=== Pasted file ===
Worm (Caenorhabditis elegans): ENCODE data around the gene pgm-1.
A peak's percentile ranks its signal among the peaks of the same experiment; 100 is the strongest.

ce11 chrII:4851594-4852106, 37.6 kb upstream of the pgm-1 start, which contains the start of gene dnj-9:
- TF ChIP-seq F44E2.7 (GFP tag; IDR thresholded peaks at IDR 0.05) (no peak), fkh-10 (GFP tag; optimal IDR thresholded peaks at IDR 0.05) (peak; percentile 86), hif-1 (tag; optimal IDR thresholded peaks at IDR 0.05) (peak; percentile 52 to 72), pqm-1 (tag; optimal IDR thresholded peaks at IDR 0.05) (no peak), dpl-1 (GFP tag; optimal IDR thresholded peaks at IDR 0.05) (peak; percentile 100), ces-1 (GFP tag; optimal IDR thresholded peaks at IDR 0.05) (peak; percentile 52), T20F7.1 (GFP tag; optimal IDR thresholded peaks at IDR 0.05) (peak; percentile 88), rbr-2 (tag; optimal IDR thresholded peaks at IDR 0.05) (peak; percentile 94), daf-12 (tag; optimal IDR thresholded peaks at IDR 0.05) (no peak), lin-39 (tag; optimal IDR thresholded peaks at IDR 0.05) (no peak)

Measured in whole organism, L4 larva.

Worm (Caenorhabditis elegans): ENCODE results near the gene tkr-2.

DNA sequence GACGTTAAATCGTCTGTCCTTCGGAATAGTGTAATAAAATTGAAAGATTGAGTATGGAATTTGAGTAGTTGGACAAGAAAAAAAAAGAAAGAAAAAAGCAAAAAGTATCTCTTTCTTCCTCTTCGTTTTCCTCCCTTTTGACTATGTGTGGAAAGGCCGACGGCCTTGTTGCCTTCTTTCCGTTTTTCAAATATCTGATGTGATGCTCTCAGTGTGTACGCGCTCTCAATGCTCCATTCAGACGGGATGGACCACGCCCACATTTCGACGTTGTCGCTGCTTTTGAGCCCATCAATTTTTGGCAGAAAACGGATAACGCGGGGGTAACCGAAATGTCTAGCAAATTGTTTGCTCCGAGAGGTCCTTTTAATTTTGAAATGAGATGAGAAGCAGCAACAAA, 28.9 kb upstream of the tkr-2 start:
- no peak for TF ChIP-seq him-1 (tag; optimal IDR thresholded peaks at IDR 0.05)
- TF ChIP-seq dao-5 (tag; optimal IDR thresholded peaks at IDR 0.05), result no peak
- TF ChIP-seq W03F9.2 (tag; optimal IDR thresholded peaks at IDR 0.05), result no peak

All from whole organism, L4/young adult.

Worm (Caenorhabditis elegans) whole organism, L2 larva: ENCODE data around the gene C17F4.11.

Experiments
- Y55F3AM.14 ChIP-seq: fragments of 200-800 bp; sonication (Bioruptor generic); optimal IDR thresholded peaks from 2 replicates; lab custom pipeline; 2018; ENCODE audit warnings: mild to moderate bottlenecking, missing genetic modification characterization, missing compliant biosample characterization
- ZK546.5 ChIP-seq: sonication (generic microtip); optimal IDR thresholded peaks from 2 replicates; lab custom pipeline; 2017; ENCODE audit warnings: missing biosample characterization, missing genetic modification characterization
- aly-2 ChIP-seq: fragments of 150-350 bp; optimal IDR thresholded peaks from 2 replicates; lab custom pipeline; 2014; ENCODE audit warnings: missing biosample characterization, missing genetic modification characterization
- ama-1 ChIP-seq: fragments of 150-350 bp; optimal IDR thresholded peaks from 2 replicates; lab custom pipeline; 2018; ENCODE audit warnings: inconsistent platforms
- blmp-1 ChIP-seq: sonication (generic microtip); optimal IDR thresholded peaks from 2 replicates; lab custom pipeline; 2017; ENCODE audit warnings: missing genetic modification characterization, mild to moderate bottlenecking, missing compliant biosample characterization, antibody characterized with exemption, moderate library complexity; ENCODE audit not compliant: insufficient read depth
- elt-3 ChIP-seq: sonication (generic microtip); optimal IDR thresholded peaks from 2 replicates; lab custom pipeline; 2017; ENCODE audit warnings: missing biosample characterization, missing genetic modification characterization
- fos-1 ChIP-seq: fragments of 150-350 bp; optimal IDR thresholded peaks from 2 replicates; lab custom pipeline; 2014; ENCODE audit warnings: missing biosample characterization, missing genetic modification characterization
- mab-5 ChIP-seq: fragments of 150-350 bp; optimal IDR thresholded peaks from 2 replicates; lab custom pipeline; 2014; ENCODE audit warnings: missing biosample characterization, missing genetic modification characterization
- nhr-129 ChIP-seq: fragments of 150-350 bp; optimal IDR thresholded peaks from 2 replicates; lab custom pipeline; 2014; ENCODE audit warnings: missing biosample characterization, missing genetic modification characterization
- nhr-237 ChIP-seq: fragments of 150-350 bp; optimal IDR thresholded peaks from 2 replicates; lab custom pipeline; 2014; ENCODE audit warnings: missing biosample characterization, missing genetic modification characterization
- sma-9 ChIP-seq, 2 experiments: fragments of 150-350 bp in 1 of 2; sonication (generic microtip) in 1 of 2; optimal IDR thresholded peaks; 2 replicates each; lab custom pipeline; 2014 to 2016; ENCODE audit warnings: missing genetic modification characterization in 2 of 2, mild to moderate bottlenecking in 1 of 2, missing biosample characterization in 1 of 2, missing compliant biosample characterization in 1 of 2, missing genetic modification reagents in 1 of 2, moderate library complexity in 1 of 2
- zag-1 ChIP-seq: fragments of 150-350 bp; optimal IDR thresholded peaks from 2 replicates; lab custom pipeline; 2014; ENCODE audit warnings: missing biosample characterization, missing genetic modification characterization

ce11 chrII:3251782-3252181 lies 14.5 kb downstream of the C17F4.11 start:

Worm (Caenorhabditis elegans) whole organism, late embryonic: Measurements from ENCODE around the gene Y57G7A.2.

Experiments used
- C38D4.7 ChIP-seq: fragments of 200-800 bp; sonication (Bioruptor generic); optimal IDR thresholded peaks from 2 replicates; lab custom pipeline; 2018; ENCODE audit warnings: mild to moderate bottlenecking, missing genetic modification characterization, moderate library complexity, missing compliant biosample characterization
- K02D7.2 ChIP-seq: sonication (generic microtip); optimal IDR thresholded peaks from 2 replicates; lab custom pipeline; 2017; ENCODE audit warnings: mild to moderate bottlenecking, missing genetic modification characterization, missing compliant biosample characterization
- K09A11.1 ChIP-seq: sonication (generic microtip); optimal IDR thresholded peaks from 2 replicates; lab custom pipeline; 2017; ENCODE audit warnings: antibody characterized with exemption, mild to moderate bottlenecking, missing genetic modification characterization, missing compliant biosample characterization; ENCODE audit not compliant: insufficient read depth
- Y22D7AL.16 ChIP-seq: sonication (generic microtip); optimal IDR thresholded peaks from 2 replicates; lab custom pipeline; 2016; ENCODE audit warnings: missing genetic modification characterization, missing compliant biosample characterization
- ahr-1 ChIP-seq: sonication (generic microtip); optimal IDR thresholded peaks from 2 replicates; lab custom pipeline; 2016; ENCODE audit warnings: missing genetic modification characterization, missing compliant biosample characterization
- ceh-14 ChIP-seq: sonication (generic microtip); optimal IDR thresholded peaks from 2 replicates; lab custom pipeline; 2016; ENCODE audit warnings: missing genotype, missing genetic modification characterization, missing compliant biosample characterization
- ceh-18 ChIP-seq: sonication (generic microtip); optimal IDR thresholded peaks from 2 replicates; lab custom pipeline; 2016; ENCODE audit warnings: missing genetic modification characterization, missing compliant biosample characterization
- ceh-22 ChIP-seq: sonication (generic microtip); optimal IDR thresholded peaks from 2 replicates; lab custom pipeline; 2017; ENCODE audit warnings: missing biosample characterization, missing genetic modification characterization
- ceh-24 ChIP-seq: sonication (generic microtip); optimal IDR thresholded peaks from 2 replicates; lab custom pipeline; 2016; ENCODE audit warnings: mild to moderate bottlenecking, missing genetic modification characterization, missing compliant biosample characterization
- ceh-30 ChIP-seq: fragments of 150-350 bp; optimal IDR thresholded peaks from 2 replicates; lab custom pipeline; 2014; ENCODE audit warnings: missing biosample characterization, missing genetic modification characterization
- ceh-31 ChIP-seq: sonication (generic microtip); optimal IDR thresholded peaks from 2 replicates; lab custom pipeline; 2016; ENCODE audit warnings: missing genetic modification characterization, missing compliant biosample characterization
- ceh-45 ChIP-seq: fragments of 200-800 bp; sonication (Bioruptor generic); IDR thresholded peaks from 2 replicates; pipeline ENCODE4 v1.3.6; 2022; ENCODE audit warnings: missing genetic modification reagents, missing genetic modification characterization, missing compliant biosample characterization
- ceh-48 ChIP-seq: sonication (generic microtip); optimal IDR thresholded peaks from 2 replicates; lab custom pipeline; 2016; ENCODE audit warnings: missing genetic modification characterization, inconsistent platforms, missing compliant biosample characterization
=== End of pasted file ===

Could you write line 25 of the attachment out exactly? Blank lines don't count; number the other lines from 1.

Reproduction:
- zag-1 ChIP-seq: fragments of 150-350 bp; optimal IDR thresholded peaks from 2 replicates; lab custom pipeline; 2014; ENCODE audit warnings: missing biosample characterization, missing genetic modification characterization